President of FIRE speaks about assault on free speech at universities across the country
March 10, 2005
Describes speech codes as akin to religious blasphemy codes and calls for greater acceptance of alternative viewpoints
by Hugo Torres
The Record (Harvard Law School)
This past Tuesday, David French, HLS '94, President of the Foundation for Individual Rights in Education (FIRE), spoke to a gathering of HLS students about how restrictive speech codes at universities are undermining the educational values upon which these universities are founded.
French observed that even though he came to HLS from a religious college, not much changed in terms of the educational atmosphere. "I was going from one religious school to another religious school...it was just a different kind of religion." This was a time according to French when Harvard was referred to as "Beirut on the Charles".
Upon arriving at HLS, French explained that he was taught a specific brand of orthodoxy, much like a religious institution. He was taught that the law is an oppressive force, with "torts as a means of oppressing minorities, women...civil procedure as a means of oppressing minorities, women...criminal law as a means of imprisoning minorities, women..."
As a 1L, French drafted a letter informing students they could get a partial refund on their health insurance fee if they opposed elective abortions. French then distributed the letter to students, informing them to return it to him if they wanted the refund. He received numerous responses and was elated at his perception of great interest until he actually read them. Most were hostile, including one that read "I want you to die you f***ing fascist pig." French explained that he was unprepared for the anger and hostility he faced as a student at HLS.
Continuing the religion theme, French drew on his experience with such hostility to his views and compared campus speech codes to religious blasphemy codes. Although French expressed admiration towards the good intent behind the codes, he believes their existence undermines the importance of the free exchange of ideas that should exist in a university setting. He listed numerous examples of speech codes going too far:
At one university, students put up posters supporting US troops and posters of Osama BinLaden with a targeting reticle. The university asked students to take the posters down because they were potentially offensive to Muslim students.
In New Hampshire, a student made a poster saying "Hey girls, want to lose the freshman 15?" and suggesting that female residents take the stairs instead of the elevator. The student, who lived on a high floor in his dorm building, was upset that lower level students were taking the elevator, resulting in long waits for higher floor residents. The university kicked the student out of the dorms, but as the case began drawing national attention, including interest by "The Daily Show" in poking fun at the incident, the potential for national embarrassment led to student being allowed back into dorms.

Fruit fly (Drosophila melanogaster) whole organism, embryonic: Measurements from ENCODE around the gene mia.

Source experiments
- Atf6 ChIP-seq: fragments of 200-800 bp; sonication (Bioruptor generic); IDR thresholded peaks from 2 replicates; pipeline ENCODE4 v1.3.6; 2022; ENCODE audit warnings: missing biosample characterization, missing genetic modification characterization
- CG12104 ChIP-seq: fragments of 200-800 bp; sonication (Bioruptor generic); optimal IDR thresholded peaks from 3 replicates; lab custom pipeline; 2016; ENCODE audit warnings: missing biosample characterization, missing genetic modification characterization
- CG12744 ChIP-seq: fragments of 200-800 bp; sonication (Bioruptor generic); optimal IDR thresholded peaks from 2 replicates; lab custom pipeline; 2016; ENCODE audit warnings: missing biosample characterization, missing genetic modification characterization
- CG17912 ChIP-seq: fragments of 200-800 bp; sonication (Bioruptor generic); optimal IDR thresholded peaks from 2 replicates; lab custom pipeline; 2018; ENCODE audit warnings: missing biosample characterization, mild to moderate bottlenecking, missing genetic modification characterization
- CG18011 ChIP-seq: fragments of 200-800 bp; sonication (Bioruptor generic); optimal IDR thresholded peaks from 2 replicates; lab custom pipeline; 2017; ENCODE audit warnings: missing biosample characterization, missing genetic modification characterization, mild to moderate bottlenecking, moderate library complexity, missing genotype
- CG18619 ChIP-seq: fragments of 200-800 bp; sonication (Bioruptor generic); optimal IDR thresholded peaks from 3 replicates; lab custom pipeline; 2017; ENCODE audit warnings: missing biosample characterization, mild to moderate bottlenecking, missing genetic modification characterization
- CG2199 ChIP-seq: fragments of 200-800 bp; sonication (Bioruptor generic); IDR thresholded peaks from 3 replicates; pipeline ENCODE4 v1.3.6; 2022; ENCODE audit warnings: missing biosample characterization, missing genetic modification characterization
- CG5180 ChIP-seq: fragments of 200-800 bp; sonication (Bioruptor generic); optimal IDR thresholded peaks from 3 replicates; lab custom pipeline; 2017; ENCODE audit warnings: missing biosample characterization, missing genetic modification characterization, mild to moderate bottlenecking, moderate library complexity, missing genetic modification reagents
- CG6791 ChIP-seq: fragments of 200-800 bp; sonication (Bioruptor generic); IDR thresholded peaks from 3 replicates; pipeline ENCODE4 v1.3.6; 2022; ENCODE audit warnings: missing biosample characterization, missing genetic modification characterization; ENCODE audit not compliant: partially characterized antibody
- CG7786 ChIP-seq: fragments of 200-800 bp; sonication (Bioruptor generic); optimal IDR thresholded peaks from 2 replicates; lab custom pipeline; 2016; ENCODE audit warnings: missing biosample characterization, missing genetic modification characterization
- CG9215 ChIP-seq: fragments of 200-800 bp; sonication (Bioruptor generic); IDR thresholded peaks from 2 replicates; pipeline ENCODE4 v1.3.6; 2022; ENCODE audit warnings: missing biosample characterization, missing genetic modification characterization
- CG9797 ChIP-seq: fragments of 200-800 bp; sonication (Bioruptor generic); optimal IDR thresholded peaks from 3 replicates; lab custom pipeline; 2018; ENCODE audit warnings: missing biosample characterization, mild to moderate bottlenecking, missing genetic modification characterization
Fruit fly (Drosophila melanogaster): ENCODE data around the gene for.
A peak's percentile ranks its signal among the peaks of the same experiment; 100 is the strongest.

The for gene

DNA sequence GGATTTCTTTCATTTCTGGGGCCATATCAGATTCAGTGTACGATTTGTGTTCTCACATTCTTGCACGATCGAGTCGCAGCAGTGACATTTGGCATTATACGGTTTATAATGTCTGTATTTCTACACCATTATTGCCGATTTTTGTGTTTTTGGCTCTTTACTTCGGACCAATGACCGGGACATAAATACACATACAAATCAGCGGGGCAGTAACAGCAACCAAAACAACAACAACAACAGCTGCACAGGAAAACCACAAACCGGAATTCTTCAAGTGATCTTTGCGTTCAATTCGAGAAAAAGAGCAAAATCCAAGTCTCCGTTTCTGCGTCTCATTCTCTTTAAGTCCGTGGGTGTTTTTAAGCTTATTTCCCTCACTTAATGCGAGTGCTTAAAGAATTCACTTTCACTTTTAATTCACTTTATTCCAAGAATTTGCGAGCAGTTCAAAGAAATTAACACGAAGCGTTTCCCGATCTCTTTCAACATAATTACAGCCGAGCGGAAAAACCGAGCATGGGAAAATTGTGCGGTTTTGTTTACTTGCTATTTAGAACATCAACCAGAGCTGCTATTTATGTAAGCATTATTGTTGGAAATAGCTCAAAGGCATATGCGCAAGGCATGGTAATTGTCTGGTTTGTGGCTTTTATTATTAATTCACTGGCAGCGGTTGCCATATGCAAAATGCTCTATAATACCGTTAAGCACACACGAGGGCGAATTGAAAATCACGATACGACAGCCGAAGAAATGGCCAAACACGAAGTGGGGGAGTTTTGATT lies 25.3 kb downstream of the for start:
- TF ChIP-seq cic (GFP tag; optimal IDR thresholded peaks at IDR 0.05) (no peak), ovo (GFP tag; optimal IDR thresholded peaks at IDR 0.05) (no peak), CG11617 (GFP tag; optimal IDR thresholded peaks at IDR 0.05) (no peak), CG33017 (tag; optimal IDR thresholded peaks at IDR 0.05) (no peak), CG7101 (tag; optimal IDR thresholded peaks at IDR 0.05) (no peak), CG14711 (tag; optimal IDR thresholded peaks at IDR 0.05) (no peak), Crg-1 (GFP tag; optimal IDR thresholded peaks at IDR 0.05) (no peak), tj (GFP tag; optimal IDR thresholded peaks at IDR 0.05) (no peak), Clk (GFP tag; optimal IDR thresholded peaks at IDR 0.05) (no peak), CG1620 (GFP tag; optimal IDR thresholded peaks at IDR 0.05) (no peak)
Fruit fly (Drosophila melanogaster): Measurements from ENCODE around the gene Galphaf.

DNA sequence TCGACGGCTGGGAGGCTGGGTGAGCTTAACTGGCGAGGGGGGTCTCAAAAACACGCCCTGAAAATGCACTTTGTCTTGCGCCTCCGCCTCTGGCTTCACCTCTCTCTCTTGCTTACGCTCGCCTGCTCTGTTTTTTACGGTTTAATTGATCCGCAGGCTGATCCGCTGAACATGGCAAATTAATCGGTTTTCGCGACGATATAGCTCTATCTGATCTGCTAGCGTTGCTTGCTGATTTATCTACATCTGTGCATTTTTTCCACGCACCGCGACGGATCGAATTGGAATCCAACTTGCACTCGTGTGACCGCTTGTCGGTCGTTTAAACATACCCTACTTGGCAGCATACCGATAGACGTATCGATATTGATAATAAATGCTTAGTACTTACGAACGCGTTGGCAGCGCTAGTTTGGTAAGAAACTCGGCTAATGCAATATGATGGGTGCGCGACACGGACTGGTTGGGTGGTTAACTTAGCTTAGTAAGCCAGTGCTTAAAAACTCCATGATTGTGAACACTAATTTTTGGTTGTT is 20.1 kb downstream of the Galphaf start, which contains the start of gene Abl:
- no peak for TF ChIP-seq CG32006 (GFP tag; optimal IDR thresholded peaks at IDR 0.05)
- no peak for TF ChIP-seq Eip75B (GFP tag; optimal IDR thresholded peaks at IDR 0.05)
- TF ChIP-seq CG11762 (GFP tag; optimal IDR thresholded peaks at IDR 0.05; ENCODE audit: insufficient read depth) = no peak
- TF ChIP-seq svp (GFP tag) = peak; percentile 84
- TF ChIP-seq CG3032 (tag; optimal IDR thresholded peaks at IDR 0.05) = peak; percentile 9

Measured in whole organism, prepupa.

The hostility at Columbia University towards Jewish and pro-Israel students who reported being marginalized in class discussions and in interactions with faculty.
At California Polytechnic, a student was arrested by campus police for inviting a conservative black speaker to campus.
French believes that because of the preponderance of such incidents, the modern university is "not long for this world."
"In essence, what universities are doing is living a lie...universities have policies that are the opposite of what they say to the public, and the public is catching on," said French.
French also spoke about the imbalance between liberal and conservative faculty. At one school, French noted as an example, there was a department with 32 liberal professors and a single conservative. French believes that universities need to ask themselves if they are "fundamentally hostile to people who don't share [their] point of view."
At the same time, French urged conservatives not use the bully pulpit to push their own agenda. "We have to have the consistency and integrity to uphold the values of the institution." French suggested that the pendulum not swing too far the other way, where conservatives create oppressive conditions towards liberals.
"We must defend those we disagree with and expect them to do the same," said French.
Daniel Sullivan, 2L, appreicated French's points. "David French's talk provided shocking examples of secular universities that violate First Amendment rights they claim to cherish. I'm glad to know that Mr. French and FIRE are working tirelessly to defend constitutionally protected individual rights on college campuses."
French's speech was sponsored by the Society for Law, Life, and Religion.
- President of FIRE speaks about assault on free speech at universities across the country (Page 2), PDF, 155 KB , The Record (Harvard Law School)
- President of FIRE speaks about assault on free speech at universities across the country (Page 1), PDF, 162.3 KB , The Record (Harvard Law School)